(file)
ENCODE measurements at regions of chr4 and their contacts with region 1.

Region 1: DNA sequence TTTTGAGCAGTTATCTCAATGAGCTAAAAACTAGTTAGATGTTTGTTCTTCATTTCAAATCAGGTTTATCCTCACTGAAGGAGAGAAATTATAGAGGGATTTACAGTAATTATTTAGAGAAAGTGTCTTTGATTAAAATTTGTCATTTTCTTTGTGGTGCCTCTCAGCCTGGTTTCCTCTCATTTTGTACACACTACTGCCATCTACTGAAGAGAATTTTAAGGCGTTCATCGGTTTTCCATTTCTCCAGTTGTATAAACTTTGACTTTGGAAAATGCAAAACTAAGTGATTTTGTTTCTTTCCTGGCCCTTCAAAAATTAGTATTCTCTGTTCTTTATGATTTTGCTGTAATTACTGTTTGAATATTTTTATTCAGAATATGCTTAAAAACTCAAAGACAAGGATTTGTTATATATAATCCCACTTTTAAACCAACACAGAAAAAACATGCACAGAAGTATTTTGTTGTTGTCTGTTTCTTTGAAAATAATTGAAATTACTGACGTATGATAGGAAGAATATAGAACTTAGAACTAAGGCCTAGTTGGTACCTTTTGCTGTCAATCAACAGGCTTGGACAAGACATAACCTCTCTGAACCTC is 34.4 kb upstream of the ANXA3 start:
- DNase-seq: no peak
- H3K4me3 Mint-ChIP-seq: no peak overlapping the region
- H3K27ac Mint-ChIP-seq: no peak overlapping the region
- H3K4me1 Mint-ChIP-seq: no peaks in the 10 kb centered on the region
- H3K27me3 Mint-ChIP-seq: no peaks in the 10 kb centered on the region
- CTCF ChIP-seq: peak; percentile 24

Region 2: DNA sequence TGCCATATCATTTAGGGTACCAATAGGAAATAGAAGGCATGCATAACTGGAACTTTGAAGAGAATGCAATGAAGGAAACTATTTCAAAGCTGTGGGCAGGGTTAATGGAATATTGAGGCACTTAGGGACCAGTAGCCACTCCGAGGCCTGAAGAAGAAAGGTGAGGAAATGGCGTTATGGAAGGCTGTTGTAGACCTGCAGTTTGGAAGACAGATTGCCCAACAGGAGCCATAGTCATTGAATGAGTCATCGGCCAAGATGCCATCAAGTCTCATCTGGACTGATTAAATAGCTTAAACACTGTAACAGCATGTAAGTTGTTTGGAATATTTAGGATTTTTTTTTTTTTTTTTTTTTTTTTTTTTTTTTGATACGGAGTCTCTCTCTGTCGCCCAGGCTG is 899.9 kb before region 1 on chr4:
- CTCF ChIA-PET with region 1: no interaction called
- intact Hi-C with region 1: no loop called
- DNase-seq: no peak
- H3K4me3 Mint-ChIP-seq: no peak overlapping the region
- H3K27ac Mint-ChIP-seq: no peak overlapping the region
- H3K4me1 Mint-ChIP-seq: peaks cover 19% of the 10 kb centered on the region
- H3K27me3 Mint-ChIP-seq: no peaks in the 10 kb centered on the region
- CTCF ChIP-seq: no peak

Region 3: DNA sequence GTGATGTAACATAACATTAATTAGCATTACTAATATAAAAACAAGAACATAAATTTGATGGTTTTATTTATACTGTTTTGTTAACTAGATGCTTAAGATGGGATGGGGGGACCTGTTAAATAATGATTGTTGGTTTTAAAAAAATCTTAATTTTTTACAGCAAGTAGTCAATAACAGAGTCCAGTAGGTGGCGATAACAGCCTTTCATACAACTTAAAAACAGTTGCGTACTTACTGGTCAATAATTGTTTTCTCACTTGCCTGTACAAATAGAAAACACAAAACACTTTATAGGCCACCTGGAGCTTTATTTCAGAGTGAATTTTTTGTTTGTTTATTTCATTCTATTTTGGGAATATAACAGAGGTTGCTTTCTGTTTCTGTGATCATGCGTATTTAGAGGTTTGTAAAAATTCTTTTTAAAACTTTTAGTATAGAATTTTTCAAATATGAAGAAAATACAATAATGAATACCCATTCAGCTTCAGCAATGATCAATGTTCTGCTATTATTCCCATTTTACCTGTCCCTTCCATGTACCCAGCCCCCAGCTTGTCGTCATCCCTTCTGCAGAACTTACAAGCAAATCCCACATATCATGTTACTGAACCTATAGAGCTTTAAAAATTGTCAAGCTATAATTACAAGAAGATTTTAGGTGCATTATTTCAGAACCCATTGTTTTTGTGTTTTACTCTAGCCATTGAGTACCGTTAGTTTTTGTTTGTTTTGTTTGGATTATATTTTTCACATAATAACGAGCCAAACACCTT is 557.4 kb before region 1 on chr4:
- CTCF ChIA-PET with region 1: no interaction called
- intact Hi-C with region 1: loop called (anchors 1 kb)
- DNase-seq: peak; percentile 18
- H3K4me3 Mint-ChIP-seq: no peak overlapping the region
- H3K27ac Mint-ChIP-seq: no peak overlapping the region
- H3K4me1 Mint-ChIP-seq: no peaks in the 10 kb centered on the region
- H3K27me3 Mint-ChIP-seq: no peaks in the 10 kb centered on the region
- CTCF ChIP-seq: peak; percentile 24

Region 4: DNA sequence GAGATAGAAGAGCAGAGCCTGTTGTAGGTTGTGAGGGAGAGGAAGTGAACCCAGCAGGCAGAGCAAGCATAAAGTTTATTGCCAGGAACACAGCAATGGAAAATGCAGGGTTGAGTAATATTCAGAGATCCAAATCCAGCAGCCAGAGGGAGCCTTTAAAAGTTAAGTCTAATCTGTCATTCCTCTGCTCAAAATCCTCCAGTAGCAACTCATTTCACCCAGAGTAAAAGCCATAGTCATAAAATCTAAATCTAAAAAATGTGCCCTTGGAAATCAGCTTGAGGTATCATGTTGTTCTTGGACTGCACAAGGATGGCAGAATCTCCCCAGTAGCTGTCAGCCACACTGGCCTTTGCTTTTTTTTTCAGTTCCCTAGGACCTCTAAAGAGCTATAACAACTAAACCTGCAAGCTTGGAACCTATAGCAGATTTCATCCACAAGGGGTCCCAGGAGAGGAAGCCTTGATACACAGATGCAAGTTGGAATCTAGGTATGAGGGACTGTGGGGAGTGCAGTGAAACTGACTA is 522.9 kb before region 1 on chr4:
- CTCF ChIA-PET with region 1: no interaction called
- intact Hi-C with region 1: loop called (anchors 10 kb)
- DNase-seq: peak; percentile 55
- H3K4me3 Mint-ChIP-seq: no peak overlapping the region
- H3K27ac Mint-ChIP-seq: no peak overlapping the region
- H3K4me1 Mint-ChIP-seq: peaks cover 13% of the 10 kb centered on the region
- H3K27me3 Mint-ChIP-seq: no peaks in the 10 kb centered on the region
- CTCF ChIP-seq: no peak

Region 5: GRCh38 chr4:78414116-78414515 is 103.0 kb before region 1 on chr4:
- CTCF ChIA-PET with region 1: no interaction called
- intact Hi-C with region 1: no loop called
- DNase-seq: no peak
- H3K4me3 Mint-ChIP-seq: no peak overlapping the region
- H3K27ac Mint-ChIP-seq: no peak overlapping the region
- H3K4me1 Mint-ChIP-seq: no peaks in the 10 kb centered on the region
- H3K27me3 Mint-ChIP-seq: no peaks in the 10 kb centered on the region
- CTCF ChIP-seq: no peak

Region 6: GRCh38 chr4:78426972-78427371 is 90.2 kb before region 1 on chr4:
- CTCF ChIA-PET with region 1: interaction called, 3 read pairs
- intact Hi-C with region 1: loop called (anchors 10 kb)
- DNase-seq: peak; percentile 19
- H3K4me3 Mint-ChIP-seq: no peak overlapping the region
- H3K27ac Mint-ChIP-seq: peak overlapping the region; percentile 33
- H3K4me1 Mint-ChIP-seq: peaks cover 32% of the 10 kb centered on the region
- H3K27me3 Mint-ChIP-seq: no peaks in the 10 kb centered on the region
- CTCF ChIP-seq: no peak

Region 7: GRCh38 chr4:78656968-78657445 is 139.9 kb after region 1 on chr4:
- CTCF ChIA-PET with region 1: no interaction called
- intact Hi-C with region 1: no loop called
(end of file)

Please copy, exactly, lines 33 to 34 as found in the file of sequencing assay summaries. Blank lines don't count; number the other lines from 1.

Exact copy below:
- H3K4me1 Mint-ChIP-seq: peaks cover 13% of the 10 kb centered on the region
- H3K27me3 Mint-ChIP-seq: no peaks in the 10 kb centered on the region